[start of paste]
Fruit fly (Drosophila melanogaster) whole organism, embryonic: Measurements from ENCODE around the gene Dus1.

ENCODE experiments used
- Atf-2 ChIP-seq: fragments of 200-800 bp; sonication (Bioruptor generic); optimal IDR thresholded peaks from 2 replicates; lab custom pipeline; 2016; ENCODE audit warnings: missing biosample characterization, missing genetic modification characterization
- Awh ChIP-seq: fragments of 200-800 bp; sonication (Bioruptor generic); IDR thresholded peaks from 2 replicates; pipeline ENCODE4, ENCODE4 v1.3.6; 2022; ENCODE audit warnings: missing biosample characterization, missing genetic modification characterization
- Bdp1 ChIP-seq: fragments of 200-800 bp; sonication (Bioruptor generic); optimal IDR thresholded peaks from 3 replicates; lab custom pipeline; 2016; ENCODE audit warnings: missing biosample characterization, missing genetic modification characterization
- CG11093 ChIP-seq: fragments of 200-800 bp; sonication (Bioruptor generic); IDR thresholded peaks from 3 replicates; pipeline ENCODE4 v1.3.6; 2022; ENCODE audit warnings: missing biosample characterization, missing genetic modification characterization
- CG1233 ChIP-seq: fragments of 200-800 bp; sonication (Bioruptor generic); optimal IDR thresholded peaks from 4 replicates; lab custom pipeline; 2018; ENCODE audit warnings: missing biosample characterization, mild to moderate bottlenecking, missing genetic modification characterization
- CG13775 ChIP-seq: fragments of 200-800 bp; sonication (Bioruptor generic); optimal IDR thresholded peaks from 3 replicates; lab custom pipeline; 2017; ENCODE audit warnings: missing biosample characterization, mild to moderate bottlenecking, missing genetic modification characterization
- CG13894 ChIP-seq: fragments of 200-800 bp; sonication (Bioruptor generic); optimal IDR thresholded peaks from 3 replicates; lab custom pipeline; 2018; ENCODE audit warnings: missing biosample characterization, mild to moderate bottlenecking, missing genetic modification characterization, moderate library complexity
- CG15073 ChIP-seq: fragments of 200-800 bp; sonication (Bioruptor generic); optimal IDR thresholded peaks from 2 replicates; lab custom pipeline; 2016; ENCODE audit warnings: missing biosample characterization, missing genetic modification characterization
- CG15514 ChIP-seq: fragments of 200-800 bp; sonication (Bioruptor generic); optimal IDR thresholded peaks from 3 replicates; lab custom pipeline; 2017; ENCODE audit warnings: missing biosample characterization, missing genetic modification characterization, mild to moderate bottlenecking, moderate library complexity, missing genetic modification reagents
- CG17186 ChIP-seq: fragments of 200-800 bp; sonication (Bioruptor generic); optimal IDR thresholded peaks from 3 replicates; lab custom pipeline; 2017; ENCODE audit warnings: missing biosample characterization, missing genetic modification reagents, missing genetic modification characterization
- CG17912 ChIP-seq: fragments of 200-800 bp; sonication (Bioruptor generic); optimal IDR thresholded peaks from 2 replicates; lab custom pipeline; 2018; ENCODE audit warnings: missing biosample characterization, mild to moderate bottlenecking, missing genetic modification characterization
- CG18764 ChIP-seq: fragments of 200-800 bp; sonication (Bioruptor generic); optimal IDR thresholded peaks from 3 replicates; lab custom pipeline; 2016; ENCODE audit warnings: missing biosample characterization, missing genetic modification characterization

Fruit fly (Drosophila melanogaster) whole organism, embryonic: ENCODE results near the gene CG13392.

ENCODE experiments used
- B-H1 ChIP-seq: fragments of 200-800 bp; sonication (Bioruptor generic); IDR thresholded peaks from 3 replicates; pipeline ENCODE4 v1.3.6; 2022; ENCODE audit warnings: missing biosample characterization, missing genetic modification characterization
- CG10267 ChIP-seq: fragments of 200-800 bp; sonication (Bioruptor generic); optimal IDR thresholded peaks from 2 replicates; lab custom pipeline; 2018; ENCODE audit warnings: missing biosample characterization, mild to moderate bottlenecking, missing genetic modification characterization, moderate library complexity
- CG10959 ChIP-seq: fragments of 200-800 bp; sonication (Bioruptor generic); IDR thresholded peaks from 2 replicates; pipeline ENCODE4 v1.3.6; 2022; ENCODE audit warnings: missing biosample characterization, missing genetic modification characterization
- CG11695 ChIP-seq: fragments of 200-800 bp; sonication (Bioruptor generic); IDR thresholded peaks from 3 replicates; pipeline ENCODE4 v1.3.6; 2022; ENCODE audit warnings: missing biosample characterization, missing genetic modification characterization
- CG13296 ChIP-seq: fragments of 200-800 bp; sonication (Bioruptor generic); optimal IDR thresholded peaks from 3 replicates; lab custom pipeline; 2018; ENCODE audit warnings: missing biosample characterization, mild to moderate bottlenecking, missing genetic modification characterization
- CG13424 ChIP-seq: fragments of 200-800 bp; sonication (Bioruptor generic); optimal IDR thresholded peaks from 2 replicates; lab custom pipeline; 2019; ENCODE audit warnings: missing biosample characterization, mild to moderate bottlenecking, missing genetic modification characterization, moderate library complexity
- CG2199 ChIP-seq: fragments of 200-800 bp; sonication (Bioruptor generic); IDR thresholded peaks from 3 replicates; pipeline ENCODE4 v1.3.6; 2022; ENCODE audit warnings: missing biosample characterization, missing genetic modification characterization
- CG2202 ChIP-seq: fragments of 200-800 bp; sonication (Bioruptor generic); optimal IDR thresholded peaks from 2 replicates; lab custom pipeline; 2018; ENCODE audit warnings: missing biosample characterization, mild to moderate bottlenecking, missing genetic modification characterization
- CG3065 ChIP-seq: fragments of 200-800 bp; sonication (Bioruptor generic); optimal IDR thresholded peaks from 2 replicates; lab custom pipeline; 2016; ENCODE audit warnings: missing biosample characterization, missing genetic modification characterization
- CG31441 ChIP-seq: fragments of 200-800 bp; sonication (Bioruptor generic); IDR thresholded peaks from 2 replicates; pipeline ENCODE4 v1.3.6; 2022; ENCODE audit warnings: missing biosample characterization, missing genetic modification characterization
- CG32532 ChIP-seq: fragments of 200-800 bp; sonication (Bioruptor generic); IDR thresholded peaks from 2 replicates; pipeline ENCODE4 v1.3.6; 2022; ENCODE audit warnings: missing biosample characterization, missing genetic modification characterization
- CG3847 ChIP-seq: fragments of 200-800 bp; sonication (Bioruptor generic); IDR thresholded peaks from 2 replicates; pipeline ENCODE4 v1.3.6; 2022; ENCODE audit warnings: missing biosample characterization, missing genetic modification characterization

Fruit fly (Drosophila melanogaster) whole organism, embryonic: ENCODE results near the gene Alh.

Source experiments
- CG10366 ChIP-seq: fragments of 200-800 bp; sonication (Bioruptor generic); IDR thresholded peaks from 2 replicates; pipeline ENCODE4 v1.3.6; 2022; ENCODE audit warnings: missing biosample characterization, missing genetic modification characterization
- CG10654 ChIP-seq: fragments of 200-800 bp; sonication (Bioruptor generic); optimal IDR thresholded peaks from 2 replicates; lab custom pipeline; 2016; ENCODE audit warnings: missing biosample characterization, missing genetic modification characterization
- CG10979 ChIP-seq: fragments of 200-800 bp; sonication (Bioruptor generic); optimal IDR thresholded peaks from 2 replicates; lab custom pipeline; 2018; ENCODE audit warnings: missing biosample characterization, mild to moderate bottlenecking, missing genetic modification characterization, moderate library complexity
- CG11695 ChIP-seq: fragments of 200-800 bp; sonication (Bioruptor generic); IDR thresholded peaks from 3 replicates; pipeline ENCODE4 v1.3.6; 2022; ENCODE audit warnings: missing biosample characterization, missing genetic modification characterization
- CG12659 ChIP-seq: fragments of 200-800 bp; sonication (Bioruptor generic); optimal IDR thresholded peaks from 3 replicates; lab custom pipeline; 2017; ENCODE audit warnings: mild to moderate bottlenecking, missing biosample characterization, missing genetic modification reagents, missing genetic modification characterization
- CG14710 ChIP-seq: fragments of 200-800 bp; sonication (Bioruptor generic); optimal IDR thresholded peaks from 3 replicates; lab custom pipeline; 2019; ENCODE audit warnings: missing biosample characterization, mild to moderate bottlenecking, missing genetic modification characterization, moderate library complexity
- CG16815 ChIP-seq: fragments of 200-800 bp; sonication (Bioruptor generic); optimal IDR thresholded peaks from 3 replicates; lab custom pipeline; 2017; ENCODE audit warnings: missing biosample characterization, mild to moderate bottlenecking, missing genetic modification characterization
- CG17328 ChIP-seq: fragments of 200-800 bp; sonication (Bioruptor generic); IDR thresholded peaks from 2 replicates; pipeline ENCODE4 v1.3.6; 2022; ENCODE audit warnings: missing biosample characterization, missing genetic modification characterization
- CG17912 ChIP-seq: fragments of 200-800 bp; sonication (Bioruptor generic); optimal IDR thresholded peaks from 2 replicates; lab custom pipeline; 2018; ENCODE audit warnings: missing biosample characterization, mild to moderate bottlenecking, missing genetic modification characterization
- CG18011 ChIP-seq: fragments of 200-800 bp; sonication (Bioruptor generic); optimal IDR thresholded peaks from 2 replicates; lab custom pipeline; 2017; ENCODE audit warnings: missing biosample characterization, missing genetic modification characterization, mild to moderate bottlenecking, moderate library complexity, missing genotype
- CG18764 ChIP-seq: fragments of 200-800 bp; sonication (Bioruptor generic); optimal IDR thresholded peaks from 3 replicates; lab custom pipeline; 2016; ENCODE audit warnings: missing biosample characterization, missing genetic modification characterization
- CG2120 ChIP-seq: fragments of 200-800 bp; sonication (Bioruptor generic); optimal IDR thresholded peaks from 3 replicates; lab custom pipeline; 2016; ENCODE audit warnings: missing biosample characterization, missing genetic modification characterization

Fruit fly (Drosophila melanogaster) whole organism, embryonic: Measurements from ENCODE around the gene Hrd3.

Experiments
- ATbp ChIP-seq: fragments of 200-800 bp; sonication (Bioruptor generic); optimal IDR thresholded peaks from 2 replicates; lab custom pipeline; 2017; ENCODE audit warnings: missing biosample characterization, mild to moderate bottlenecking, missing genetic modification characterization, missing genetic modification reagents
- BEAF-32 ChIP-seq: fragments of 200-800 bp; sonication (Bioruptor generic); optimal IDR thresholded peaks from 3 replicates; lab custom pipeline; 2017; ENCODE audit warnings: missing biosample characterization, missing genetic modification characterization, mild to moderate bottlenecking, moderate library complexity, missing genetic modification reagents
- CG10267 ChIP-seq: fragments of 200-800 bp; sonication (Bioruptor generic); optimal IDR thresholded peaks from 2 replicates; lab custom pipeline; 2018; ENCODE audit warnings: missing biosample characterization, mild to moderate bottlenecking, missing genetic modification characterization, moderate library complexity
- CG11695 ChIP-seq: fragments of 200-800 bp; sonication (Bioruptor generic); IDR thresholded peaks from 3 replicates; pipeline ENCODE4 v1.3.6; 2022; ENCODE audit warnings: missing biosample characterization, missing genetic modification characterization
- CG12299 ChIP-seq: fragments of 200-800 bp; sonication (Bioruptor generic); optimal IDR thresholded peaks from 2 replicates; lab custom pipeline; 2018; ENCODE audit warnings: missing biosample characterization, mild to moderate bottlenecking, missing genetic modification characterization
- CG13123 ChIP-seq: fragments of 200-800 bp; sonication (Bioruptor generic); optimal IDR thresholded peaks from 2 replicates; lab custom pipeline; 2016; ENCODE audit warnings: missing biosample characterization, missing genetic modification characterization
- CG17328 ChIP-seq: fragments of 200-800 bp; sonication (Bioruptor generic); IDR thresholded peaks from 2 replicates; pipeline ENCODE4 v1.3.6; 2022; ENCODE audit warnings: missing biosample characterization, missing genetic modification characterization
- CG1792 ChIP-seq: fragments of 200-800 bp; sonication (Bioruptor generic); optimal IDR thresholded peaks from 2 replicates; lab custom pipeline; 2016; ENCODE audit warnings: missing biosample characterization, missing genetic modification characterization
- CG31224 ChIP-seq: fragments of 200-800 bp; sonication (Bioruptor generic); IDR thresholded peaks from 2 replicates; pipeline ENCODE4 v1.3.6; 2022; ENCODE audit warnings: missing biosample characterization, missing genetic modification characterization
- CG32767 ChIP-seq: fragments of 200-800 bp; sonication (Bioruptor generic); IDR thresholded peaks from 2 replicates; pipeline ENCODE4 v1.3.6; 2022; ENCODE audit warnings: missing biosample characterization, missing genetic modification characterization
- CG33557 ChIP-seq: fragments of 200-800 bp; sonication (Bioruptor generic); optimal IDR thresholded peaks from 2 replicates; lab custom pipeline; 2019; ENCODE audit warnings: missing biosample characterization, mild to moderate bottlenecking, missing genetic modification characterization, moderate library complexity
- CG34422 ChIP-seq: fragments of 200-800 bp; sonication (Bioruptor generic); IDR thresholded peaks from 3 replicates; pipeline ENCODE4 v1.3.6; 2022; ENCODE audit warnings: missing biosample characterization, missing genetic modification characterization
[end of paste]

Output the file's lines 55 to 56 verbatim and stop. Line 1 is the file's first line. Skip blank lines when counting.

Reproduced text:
- CG33557 ChIP-seq: fragments of 200-800 bp; sonication (Bioruptor generic); optimal IDR thresholded peaks from 2 replicates; lab custom pipeline; 2019; ENCODE audit warnings: missing biosample characterization, mild to moderate bottlenecking, missing genetic modification characterization, moderate library complexity
- CG34422 ChIP-seq: fragments of 200-800 bp; sonication (Bioruptor generic); IDR thresholded peaks from 3 replicates; pipeline ENCODE4 v1.3.6; 2022; ENCODE audit warnings: missing biosample characterization, missing genetic modification characterization